The prospect of unwarranted hostility from the incoming Trump administration and the discontinuation of President Obama’s hemispheric policies already threaten any increased cooperation between the US and its regional neighbors. Although the past decade has seen improvement in US–Latin America relations, Trump’s particular brand of diplomacy portends a return to a period in which the United States attempted to achieve its foreign policy objectives in the region through brute strength.
In the context of a multipolar international order, this approach is doomed to fail. Now more than ever, the United States’ strength derives from its alliances. With his unpredictability and isolationist policies, Donald Trump will undoubtedly jeopardize cooperation between the United States and Latin America. This will not only affect Latin American countries economically, but will also undermine the United States’ international standing.
The Better Neighbor Policy
Historically, the United States has worsened Latin America’s plight through coercion or neglect. From the establishment of the Monroe Doctrine onward, the United States has indiscriminately treated Latin America as its stomping ground – sending troops to and propping-up dictatorial regimes in the region well into the 1980s.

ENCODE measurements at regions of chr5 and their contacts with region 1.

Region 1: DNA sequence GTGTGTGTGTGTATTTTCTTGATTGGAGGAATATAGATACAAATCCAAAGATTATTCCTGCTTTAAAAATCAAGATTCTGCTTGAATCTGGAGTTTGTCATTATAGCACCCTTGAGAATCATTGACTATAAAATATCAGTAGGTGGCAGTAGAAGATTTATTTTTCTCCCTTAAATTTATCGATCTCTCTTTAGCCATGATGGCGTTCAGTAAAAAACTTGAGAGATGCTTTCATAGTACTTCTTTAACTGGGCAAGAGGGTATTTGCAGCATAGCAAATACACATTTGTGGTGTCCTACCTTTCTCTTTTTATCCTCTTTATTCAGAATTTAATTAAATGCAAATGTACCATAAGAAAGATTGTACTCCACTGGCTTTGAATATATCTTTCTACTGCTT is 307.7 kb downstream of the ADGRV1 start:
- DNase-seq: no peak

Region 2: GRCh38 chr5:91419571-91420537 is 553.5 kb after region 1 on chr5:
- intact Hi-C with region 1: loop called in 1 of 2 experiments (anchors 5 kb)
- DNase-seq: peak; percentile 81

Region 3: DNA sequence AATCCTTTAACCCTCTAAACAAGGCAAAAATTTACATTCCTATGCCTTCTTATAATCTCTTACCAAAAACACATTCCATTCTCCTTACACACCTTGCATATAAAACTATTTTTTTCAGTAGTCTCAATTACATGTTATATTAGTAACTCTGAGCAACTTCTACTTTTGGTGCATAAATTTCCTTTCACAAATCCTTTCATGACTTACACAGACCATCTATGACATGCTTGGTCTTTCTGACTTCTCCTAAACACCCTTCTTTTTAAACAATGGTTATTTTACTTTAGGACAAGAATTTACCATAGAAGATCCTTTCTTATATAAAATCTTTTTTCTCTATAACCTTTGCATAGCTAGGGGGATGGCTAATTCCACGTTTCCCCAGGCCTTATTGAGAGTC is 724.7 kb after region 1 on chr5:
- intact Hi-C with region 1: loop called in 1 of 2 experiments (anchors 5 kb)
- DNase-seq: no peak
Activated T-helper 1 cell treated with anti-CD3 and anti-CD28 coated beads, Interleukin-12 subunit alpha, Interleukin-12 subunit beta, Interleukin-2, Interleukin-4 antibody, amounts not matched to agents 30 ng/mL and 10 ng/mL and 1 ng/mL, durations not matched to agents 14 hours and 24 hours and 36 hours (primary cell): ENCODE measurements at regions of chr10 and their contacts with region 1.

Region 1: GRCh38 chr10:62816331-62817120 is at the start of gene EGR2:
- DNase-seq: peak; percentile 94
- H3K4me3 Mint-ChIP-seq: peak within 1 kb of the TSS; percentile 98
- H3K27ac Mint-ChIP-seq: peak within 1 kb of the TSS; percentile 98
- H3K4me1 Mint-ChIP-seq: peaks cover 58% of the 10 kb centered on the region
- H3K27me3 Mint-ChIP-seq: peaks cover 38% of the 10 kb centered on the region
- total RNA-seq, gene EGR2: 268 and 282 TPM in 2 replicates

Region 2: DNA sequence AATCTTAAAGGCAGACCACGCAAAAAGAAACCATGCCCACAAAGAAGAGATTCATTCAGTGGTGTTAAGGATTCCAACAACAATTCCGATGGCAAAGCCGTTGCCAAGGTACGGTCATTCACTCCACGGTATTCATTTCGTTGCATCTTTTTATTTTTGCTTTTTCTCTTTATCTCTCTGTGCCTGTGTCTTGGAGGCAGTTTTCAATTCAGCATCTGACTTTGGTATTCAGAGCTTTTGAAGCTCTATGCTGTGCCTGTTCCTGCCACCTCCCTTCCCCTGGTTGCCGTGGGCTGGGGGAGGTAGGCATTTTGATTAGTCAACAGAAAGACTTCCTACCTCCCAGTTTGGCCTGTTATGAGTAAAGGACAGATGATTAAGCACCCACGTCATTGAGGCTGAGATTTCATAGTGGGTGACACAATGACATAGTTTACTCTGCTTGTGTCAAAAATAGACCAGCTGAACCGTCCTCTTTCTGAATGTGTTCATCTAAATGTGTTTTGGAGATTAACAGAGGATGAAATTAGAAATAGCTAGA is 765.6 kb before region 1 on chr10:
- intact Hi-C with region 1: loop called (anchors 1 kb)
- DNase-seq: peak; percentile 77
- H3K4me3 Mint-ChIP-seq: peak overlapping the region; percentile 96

Following an ambiguous period right after the end of the Cold War, the 21st century has brought a positive turn to the previously fraught relations between the United States and Latin America. Even though the Bush administration failed on its promise to make Latin America a foreign policy focus when the region was relegated to a secondary priority after 9/11, improvements were instituted through new trade agreements and strategic cooperation in the war on drugs.
Much has been said about the Obama Administration’s pivot to Asia, but, beyond the clear strategic imperatives of tapping into the fastest growing region in the world, this policy initiative represents a grander effort to redefine the United States’ foreign policy aims. Embracing a more forward-looking vision for international relations, President Obama has shifted his attention away from more traditional areas of focus in Europe and the Middle East in order to improve the United States’ standing in the developing world.
As a result of this shift, initiatives to mend the gap between the US and its hemispheric neighbors have increased under President Obama. The most significant policy change has been the attempt to normalize diplomatic and economic ties with Cuba.